Curie by Sarah Dry

Synopsis: Marie Curie made pioneering discoveries in the field of radioactivity and discovered two elements, Radium and Polonium, the latter having acquired new notority over one hundred years after Curie’s discovery, when she named it in honour of her native Poland.

Published: April 2005 | ISBN: 9781904341291

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Marie Curie is surely one of the great pillars of twentieth century science. She was not only the first woman to be awarded a Nobel Prize in 1903 (at the young age of 36), but she followed this with a second Nobel Prize in 1911. Curie and her husband Pierre were the first to show that radioactivity was an atomic property. Curie fought constantly to be recognised within a male-dominated society. Initially the Nobel committee had considered only awarding the 1903 Nobel Prize to Pierre alone and it was only at Pierre’s insistence that Curie was included. This is tempered by the fact that these studies were initiated by Curie and it was only later that Pierre became involved. One of the most memorable photos included in this book gives some impression of the magnitude of her achievements within society at this time. It shows Curie at the inaugural invitation-only Solvay conference held in Brussels in 1911 where she is the only female among 29 eminent scientists including Einstein, Bohr, Schrodinger and Pauli.

This highly-readable book succinctly follows Marie Curie’s life. From her early childhood in Poland under the oppressive rule of the Russian Tsar, her long and highly productive scientific career, through to her final years eventually succumbing to the effects of long-term exposure to radiation at the age of 67. She made pioneering discoveries in the field of radioactivity, with discovery of two radioactive elements Radium and Polonium (named after her country of origin) and spent the later years of her life pioneering the use of radiation in medicine and many other fields. These hard-won discoveries (taking 3 years to extract one-tenth of a gram of pure radium from several tonnes of ore) were complemented by periods of joy, such as the births of their two daughters Irène and Eve, and tragedy (the untimely death of Pierre when Curie was 39). The final chapters of this book provide a short biography of Curie’s eldest daughter Irène, who followed in her mother’s footsteps and was awarded the 1935 Nobel Prize in Chemistry along with her husband Frédéric Joliot for the synthesis of new radioactive elements. – From 10 Great Books on Women in Science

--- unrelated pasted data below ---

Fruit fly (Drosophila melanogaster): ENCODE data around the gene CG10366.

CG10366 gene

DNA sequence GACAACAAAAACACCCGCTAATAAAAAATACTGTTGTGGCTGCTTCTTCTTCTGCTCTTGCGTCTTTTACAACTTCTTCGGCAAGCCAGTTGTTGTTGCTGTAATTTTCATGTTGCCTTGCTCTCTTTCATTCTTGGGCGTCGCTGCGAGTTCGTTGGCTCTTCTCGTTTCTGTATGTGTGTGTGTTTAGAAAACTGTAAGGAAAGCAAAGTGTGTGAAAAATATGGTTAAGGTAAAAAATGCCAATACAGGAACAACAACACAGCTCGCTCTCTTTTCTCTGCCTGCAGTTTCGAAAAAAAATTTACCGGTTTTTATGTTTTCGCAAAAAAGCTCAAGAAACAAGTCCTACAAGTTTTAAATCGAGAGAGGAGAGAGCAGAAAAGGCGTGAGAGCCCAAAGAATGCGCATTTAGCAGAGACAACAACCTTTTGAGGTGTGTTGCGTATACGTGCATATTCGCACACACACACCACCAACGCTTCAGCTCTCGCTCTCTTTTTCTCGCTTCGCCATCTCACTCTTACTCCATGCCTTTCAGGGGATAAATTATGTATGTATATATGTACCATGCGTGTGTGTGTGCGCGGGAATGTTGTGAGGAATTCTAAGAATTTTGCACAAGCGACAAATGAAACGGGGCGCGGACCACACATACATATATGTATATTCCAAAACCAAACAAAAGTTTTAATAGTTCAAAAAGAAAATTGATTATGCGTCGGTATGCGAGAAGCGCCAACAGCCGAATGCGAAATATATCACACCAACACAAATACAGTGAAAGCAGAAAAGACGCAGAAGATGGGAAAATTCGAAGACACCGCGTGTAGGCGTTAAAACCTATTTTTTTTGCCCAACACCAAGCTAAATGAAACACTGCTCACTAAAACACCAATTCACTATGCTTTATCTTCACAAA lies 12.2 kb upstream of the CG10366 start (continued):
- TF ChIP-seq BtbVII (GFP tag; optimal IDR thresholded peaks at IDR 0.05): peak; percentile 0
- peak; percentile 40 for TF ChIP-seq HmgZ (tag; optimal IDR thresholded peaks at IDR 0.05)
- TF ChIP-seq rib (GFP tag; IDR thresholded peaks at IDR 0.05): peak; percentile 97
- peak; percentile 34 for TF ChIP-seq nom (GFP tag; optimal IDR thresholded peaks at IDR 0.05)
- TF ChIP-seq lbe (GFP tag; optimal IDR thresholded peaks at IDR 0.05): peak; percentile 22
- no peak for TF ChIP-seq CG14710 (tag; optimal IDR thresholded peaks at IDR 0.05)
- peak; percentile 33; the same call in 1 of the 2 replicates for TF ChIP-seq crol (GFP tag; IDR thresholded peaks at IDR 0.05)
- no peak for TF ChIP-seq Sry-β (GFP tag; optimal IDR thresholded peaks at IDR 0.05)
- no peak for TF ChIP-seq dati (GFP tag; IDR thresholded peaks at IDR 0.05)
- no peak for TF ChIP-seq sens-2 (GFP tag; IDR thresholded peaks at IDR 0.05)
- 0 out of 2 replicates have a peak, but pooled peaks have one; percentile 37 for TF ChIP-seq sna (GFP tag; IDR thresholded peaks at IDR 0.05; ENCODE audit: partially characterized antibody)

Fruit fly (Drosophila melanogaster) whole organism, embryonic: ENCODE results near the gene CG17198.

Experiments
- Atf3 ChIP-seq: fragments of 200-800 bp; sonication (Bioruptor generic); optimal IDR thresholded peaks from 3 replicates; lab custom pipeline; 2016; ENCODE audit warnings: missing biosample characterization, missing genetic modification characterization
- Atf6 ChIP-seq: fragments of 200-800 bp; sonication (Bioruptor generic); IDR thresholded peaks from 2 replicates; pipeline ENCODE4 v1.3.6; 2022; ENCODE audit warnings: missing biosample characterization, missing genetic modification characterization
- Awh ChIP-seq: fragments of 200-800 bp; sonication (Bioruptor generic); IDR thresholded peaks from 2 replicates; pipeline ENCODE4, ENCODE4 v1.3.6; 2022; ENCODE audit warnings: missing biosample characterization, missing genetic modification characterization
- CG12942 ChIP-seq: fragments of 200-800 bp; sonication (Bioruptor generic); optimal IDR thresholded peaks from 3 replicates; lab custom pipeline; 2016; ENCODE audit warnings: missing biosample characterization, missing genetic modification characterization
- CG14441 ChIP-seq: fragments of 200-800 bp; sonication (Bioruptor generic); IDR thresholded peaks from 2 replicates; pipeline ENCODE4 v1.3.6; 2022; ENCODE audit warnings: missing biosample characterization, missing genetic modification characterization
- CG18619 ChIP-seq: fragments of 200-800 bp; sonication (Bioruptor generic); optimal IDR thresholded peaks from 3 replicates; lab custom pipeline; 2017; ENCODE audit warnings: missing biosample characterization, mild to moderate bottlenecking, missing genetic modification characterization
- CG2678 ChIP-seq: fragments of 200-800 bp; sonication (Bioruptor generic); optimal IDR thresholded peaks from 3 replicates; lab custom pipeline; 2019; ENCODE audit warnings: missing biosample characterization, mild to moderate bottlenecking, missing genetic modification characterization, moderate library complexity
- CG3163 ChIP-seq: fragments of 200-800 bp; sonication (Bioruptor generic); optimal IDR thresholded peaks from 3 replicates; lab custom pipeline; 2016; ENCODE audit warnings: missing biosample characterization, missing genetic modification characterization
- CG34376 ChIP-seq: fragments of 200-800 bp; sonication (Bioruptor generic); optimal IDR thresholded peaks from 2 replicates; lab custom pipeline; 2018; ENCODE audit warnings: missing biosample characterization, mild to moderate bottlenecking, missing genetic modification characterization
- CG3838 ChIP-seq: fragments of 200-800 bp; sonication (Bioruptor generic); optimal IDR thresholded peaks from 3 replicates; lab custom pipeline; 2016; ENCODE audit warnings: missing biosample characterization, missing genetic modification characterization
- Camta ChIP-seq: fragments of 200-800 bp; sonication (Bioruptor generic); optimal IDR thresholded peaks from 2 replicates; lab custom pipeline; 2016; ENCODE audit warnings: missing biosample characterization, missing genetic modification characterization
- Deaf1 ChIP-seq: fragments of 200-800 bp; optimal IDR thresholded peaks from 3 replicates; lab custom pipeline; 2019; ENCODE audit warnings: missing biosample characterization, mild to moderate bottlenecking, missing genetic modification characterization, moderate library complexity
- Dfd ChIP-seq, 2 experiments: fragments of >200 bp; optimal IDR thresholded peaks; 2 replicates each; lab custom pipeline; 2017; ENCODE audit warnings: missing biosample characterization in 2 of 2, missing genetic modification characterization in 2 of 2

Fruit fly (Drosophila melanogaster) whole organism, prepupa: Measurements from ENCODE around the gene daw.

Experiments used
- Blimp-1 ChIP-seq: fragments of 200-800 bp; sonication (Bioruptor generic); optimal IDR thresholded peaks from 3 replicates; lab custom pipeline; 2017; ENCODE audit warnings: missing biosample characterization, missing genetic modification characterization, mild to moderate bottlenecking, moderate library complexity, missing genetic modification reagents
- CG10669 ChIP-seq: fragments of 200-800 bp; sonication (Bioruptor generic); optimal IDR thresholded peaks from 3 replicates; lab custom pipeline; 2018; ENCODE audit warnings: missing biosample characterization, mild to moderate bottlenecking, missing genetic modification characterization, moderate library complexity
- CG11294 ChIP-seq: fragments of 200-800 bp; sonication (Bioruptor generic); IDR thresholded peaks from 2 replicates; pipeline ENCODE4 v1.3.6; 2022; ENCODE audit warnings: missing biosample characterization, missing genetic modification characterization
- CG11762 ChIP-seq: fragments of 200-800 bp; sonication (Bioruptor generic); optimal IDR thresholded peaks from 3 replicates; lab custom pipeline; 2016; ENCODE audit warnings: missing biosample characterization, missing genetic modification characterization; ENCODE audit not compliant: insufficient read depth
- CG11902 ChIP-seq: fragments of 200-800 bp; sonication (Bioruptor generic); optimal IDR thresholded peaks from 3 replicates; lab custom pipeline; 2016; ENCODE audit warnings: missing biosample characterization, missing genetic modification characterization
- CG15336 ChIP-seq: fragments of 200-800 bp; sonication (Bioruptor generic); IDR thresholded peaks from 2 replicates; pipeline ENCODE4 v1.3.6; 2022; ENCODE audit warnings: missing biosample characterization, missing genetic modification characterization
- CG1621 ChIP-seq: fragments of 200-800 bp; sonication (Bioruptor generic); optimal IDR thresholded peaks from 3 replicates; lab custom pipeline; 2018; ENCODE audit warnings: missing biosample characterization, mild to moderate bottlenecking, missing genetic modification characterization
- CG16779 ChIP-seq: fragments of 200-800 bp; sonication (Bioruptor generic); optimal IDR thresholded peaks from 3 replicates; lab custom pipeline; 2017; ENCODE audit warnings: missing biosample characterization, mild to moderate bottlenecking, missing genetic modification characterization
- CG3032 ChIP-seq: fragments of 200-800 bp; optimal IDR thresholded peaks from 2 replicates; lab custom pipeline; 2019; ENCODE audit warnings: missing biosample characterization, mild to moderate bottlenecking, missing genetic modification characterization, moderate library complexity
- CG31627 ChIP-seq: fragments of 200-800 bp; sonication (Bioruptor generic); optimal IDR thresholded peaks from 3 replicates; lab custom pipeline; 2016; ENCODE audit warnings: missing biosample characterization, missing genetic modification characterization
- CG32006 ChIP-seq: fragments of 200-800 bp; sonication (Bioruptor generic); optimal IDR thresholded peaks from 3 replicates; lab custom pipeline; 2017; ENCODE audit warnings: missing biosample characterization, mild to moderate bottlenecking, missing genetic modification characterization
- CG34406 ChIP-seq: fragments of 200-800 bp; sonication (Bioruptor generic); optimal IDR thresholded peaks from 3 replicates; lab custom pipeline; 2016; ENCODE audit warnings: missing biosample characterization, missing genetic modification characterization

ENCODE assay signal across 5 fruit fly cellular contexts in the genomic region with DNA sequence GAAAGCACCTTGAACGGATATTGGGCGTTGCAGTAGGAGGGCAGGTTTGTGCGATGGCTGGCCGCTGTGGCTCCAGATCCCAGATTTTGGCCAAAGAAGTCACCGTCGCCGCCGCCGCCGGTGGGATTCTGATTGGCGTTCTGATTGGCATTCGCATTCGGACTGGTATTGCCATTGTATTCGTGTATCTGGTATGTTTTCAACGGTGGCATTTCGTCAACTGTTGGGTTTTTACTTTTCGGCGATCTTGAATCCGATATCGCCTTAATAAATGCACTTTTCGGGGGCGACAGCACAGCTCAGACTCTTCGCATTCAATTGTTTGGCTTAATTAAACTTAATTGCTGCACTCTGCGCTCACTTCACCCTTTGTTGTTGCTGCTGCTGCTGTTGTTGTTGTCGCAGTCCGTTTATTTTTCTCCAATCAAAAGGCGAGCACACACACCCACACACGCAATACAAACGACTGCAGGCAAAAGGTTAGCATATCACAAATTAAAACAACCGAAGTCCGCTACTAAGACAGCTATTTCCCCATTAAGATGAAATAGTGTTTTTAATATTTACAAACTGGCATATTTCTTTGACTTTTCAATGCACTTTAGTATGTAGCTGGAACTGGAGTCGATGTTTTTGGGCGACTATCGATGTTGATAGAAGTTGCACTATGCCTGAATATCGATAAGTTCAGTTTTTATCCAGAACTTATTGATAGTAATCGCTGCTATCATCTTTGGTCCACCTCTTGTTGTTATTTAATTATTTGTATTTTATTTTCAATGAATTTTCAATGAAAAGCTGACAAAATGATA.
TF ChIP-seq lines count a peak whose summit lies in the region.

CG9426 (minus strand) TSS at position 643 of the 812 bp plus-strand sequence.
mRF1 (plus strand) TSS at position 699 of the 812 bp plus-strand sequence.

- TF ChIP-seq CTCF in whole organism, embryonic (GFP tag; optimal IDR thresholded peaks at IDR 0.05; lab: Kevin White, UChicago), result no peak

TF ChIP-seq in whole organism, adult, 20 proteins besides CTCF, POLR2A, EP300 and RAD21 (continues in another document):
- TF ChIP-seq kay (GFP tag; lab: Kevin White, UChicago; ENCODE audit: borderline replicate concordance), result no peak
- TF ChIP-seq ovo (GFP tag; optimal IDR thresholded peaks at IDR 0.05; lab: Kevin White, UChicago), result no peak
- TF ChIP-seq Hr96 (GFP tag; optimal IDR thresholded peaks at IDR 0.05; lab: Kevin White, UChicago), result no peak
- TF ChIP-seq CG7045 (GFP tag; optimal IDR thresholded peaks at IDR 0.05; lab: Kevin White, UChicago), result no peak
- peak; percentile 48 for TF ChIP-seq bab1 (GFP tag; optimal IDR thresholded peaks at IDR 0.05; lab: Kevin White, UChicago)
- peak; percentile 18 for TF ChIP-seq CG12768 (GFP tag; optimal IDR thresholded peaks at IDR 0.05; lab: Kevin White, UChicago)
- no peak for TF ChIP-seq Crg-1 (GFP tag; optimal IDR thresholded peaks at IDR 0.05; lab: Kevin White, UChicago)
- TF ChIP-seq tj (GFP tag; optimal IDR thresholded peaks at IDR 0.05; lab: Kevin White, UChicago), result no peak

Publishers Weekly Book Review

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